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Youth Say Coca-Cola Is Easier to Find Than Condoms

Young Bangladeshi women raise their fists at a protest in Shahbagh. Credit: Kajal Hazra/IPS

Young Bangladeshi women raise their fists at a protest in Shahbagh. Credit: Kajal Hazra/IPS

KUALA LUMPUR, May 29 2013 (IPS) - “If I am thirsty and want a bottle of Coca-Cola I can get it, no matter where in the world I am. Why can’t I get contraceptives or sexual heathcare?” asked Carlos Jimmy Macazana Quispe, a youth representative from Peru currently in Kuala Lumpur for the third edition of the Women Deliver global conference on the “health and well-being of women and girls.”

A member of the Lima-based Instituto Peruano de Paternidad Responsable (INPPARES), a non-profit organisation that helps young Peruvians learn about sexual and reproductive rights, Quispe was expressing frustration that 36 percent of sexually active Peruvians – the majority of them youth – do not have access to contraceptives.

There are over a hundred youth like Quispe participating in the three-day conference that started on May 28, most of them from developing countries in Asia, Africa and Latin America where “contraceptives” are equated with condoms, teen pregnancy is on the rise and child marriage is often considered a social norm.

One of these ambassadors is Shreejana Bajracharya, a youth consultant from the Nepal-based Ipas, an NGO working to prevent deaths and disease from unsafe abortions in a country where 21 percent of all mothers are aged below 18 years.

Bajrachayra, who counsels young married and unmarried women factory workers about safe sex, says that over 80 percent of sexually active young women practice unsafe sex and risk pregnancy because they fear that contraceptives could cause them physical harm.

“I meet youth who tell me that…(birth control) pills could damage their kidneys or their heart,” she told IPS, adding incredulously: “And these are women who live in the capital (Kathmandu). If awareness levels in the capital are so low, imagine what youth in rural areas are experiencing.”

According to Pablo Aguilera, head of the New York-based HIV Young Leaders Fund, the situation is particularly bad for minority communities like those who identify as transgender, or people living with HIV/AIDS.

Aguilera, himself a young person living with HIV, identified two simultaneous problems: not only are at-risk populations unaware of the most basic information regarding safe sex and reproductive health, but they are also unaccounted for, passing under the radar of surveys or other attempts to identify target populations.

“We need to engage more youth from marginalised and stigmatised communities, such as transgender (people),” he told IPS, adding that vulnerable youth must be included in studies and surveys “not as interviewees but as interviewer. This will not only help them receive information firsthand, but will also sensitise them on the issue instantly.”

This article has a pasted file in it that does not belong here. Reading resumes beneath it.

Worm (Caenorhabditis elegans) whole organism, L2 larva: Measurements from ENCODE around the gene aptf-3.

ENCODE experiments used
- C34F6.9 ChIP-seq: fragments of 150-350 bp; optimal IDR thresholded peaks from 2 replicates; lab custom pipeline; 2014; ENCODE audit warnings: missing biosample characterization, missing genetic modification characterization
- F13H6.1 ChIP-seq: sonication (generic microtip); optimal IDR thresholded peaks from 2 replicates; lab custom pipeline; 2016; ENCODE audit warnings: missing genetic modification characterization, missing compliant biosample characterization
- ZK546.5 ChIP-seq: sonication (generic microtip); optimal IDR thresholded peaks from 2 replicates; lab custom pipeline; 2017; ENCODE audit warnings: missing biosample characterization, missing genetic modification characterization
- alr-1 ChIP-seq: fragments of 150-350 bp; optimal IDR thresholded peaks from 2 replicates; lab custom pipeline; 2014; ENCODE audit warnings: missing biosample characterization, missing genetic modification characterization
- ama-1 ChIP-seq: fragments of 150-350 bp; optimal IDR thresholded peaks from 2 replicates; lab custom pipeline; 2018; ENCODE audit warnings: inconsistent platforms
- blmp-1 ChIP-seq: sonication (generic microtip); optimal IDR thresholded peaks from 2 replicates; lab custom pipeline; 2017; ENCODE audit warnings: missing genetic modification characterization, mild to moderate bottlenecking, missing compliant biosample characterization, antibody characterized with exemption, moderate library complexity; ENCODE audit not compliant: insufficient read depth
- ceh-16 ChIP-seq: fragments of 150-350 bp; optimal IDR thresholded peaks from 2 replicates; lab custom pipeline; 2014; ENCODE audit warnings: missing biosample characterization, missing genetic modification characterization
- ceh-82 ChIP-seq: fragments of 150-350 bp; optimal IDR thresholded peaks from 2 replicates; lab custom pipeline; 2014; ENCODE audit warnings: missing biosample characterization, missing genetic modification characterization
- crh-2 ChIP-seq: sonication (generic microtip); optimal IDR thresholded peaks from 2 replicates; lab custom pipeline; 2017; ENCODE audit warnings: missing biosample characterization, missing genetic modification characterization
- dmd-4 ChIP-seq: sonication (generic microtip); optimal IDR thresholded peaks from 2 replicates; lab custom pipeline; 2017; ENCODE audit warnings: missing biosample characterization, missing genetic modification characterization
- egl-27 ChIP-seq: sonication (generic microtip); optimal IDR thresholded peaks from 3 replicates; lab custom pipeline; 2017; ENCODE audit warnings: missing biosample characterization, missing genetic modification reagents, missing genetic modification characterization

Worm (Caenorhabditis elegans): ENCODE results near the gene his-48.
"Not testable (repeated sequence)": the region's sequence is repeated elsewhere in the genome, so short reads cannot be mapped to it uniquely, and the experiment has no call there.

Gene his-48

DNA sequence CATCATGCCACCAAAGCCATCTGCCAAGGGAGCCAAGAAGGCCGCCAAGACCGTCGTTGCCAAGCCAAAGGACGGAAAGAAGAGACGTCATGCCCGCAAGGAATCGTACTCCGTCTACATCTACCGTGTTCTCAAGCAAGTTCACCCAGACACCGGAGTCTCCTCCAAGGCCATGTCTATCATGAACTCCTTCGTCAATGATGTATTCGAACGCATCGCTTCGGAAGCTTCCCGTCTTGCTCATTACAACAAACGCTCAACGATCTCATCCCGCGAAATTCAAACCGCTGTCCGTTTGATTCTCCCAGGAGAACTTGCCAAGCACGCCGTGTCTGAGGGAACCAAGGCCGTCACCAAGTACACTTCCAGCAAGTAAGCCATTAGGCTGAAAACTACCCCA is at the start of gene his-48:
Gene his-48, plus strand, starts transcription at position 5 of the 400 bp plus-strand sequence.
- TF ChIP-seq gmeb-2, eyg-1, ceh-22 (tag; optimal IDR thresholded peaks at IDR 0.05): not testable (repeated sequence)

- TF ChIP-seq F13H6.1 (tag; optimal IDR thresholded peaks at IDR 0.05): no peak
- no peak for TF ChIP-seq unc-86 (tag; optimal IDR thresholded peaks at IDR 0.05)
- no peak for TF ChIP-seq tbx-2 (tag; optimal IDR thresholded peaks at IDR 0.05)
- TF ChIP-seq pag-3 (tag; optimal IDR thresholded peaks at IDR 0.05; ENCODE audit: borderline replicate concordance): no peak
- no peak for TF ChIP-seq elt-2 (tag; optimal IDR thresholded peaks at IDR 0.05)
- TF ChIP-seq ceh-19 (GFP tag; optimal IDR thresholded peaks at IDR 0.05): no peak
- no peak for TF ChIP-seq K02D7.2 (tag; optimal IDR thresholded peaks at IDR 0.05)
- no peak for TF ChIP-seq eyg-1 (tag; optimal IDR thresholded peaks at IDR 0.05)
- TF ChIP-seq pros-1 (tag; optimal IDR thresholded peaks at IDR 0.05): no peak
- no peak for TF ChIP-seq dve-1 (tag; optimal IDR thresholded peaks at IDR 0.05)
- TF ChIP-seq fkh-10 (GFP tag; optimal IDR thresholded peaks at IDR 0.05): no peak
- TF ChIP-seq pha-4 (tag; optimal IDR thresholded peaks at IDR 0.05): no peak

Leading experts in the field are keenly aware of the need to step up efforts. Babatunde Osotimehin, executive director of the United Nations Population Fund (UNFPA), admits that there is a lack of hard data on sexual and reproductive health, but says the UNFPA is helping government agencies across the world recognise the need to overcome this.

Even in cases where data exists, governments do not utilise it for “practical purposes such as planning, and that is a big challenge,” Osotimehin told IPS.

Jyoti Shreshtha, a post-graduate student from Kathmandu, says the Nepali government “does not make a conscious effort to educate” youth on issues like HIV/AIDS and sexual rights.

In countries like Bangladesh, says student leader Umme Mahbuba, events and conferences around pregnancy, early motherhood, safe sex and contraceptives are targeted mostly at professionals, experts or academics. “Youth often stay away from these forums thinking ‘this issue is not for me’,” Mahbuba told IPS.

This can be attributed partly to the jargon that surrounds conversations about sexual health. According to Faustina Fynn-Nyame, country director for Marie Stopes International (MSI) in Ghana, young people are put off by “incomprehensible literature” and terms like “family planning”, which they cannot identify with.

“There is a need to take communication more seriously and coin terms that are youth-friendly,” she said.

But none of these tactics on youth engagement will go far without massive investment in this global effort.

“There is an urgent need to invest more (in)…creating effective tools of communication and building communication skills,” said Aguilera.

Some countries are feeling the financial crunch more than others. Sinthuka Vive, a student from the war-ravaged town of Jaffna in northern Sri Lanka, says the state is struggling to fund reproductive health services.

“During the war, many hospitals were damaged,” she told IPS. “The few that survived are struggling to provide care to married women. Youth, meanwhile, have nowhere to go, no one to provide them with counseling or information.”

The issue of funds has been a major topic of debate at the conference underway in Malaysia, particularly with regards to promises made at the July 2012 London Summit on Family Planning, where global leaders pledged a total of 2.6 billion dollars to provide 120 million more women and girls in the world’s poorest countries with voluntary access to contraceptive services, supplies and information by 2020.

It remains to be seen whether or not these funds will be leveraged to improve the sexual health and reproductive rights of youth around the world.

 
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